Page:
21st June, 2013
If you are suffering from common cold, cough and fever, you may go ahead and blame it on climate change, say general physicians in the city, who have started seeing a rise in the number of patients coming to them with these complaints.
The climate change they are referring to is the change in seasons from summer to monsoon.
Public hospitals in the city saw 119 cases of fever and 29 cases of malaria being reported in the past 24 hours, said BMC sources.
“This is an annual phenomenon. Every year, when monsoon is just around the corner, there is a rise in cases of cold, cough and fever,” said Dr Lalita Kerkar, general physician.
“I often tell my patients that their body is a reliable weather indicator, as it responds to even slight change in the weather,” she added.
Mumbai may not have received any respite from the heat so far, but there has been ample cloud cover in the city for the past few days. The humidity levels in the city too have risen to above 80%. Early this week, Colaba recorded a maximum temperature of 36°C and a minimum temperature of 29°C, while Santa Cruz recorded a maximum of 35°C and a minimum of 29°C.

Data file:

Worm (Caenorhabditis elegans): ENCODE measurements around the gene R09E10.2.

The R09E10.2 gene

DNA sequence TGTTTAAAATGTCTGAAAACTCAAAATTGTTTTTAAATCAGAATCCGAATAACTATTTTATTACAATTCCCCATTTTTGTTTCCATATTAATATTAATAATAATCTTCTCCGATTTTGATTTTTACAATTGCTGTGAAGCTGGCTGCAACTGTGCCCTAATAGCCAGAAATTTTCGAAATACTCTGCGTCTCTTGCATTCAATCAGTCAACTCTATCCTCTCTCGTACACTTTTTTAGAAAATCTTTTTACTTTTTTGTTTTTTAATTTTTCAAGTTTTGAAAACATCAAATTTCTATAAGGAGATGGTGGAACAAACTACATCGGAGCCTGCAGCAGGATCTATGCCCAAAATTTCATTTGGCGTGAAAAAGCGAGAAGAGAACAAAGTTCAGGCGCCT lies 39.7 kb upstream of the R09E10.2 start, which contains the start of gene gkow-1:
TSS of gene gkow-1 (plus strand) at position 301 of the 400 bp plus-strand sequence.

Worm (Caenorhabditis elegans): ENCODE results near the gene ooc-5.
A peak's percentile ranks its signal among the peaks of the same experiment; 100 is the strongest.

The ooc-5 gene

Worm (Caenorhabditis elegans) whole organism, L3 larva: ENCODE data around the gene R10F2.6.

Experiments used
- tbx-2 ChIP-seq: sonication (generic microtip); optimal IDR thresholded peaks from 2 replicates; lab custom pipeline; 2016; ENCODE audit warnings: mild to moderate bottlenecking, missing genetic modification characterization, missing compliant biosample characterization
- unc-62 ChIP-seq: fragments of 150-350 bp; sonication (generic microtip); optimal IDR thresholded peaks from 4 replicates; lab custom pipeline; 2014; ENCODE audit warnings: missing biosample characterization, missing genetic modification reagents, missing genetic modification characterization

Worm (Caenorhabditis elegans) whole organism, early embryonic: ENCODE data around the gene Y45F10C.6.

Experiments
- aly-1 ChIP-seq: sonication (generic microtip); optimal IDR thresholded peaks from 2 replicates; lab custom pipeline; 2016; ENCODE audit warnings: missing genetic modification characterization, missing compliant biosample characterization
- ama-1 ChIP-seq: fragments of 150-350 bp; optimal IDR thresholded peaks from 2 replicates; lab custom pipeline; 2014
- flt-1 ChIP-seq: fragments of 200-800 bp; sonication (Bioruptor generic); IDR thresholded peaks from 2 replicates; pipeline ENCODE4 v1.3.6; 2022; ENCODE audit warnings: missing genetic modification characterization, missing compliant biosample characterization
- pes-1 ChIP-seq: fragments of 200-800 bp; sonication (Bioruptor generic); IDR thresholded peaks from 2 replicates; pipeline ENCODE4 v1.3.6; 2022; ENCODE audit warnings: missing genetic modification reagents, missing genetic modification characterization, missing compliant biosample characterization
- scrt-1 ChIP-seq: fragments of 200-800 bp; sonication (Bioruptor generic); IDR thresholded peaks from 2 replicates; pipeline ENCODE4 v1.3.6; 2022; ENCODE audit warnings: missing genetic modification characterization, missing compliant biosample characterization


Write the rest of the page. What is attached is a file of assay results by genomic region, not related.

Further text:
The Regional Meteorological Centre, Colaba, has predicted cloudy sky as well as the possibility of light rain in some areas over the next 48 hours.
“Weather changes always affect health, as it takes time for the body to acclimatise itself with the changing environment,” said Dr SN Acharya, a Kurla-based physician.
“We see cases of fever throughout the year, but there is a surge when the climate changes. This is because there are some viruses that thrive better in humid conditions. They find a way to get into the nose and air passage and attack the system,” he explained. The immunity level of a body, exhausted by the continuous heat of the summer, is bound to be low, he added.
“Changes in the season towards the onset of monsoon, as well as towards the onset of winter, result in a number of patients complaining of feeling under the weather,” said Dr Rajesh Shah, general physician.
Doctors recommend staying indoors and getting lots of rest. “There is no need to be alarmed. A slight cold and cough can vanish in a day or two, with a little bit of rest and cough syrup,” Dr K Thakkar said, adding that a prolonged cough and high grade fever should not be ignored.
With monsoon just around the corner, the BMC will need to start worrying about bigger rain-related diseases such as dengue, malaria and leptospirosis and gastroenteritis, the doctors added.